Parentage analysis to determine mating patterns, reproductive migrations and nursery utilization


Biopsy techniques used for skin samples:

For genetic analysis, we need to collect pea-sized tissue samples containing DNA from the shark. To collect these samples, we use different techniques depending on the shark species we want to sample and its size.

Adult lemon sharks (from 2 to 3 metres total length) were sampled using a biopsy tip mounted on the end of a spear gun, as shown in the film bellow. No sharks are harmed with this technique and are not sampled more than once.

Juvenile sharks (sicklefin lemon sharks as well as blackfin reef sharks) are fished at dawn in the shallow waters of their nurseries. For that, I use gillnets and handlines with barbless hooks. When caught, sharks are brought back to the shore to measure their length, determine the sex and cut a fin clip. They are then released in the water. Some adult blacktip reef sharks are also caugth inside the lagoon with this technique.

Adult blackfin reef sharks are also fished from a boat in different places of the Island with a fishing rod and are immobilised along the boat to measure shark length, determine the sex and cut a fin clip before releasing them.

Main results:

Visual monitoring of pregnancy

First we can follow the reproductive cycle through the monitoring of pregnancy as shown by an increase in size of the abdomen region in females (see below).

Female migration to their nursery to give birth

From parentage analysis, we assigned juveniles sampled in their nursery between 2008 and 2010 to their parents within the studied population.

As a result, most females gave birth at their home island but some migrated to specific nursery areas outside the area they are attached to, sometimes going to another island 50 km away across deep ocean. Our analysis also revealed that females migrated to the same nursery for every birthing event. Many offspring showed a high level of inbreeding indicating an overall reduced population size, restricted movements and dispersal, or specific mating behaviour. Females represent the vectors that transport the genes at nursery grounds, and their fidelity should thus define reproductive units. As females seem to be philopatric, males could be the ones dispersing genes between populations. These results highlight the need to conserve coastal zones where female reef sharks seem to exhibit philopatry during the breeding season.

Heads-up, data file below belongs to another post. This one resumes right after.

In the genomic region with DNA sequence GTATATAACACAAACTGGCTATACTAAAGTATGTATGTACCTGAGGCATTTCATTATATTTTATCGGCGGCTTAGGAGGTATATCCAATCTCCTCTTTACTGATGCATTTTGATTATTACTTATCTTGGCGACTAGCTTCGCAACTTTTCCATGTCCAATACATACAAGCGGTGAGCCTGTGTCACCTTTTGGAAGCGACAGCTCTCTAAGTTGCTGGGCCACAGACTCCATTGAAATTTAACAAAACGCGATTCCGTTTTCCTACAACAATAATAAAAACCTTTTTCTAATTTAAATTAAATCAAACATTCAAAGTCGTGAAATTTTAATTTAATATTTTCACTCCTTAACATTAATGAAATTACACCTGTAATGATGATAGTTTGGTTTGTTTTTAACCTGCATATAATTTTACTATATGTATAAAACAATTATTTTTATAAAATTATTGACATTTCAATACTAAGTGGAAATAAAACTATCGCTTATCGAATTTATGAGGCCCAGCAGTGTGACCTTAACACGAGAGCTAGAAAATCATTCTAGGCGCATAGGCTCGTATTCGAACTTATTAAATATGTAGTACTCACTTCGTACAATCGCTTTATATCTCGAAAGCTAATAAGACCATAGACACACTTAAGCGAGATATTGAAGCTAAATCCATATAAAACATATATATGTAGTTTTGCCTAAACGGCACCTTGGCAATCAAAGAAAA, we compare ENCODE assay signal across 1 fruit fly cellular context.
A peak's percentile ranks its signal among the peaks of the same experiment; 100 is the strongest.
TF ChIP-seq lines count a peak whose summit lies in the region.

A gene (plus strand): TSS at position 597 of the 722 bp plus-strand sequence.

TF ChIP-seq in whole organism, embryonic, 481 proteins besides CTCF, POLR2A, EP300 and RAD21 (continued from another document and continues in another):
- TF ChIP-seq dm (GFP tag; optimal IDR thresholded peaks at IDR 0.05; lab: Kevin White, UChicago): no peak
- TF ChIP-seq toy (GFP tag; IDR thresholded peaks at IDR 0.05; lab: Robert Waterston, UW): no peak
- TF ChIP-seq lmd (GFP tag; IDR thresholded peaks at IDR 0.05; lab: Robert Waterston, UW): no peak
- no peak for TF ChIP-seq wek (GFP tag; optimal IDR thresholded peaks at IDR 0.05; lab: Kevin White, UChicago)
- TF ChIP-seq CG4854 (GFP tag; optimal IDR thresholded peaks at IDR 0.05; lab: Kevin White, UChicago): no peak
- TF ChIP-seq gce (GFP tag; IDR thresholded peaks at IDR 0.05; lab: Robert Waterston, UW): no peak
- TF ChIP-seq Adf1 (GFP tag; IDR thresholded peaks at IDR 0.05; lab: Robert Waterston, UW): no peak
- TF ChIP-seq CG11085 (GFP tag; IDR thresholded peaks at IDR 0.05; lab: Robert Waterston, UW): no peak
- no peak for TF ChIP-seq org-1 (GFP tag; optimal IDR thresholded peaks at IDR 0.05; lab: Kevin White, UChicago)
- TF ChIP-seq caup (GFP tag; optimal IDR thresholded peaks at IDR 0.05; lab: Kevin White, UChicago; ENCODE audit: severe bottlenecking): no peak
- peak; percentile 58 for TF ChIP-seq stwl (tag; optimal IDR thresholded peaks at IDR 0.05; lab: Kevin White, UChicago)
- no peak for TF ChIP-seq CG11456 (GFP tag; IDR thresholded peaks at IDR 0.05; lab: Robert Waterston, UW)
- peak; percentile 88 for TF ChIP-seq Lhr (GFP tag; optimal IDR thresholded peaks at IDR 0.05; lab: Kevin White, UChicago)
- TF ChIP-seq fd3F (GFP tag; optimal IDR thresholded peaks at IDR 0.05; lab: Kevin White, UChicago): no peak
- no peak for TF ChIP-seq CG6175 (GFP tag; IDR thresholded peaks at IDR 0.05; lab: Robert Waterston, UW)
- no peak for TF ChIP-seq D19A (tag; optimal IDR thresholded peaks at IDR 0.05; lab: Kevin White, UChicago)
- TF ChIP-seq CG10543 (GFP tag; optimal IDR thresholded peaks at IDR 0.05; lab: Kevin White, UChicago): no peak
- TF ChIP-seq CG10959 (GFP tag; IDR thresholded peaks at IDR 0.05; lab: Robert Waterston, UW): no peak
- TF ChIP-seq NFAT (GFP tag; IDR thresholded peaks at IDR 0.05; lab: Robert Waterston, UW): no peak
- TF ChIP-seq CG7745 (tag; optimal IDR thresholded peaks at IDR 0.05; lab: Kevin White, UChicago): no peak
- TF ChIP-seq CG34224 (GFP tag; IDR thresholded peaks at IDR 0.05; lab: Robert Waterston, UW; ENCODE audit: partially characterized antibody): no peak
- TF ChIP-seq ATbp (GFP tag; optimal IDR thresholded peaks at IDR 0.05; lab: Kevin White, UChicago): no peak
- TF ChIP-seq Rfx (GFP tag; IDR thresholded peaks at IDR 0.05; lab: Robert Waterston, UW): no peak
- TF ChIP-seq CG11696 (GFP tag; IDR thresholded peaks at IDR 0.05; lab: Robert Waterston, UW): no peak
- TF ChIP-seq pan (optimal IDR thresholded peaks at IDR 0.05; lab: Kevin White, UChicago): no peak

Figure 1: Migrations of female blacktip reef sharks from their site they are attached to, to their nursery area in Moorea. Note that some are going to the same nursery on multiple years to give birth. This was demontrated using genetic parentage analysis that assigned juveniles back to their parents within the population.

Figure 2: Reproductive migrations between Moorea and Tetiaroa, 2 islands separated by about 50 km and deep water (>2000 m).

Similarly female sickefin lemon sharks showed reproductive philopatry to different nursery of Moorea and Tetiaroa over a 2-year life reproductive cycle (Mourier et al. 2013_PLoS One).


This research was published in:

Mourier, J.& Planes, S. (in press). Direct genetic evidence for reproductive philopatry and associated fine-scale migrations in female blacktip reef sharks (Carcharhinus melanopterus) in French Polynesia. Molecular Ecology, 22(1), 201-214.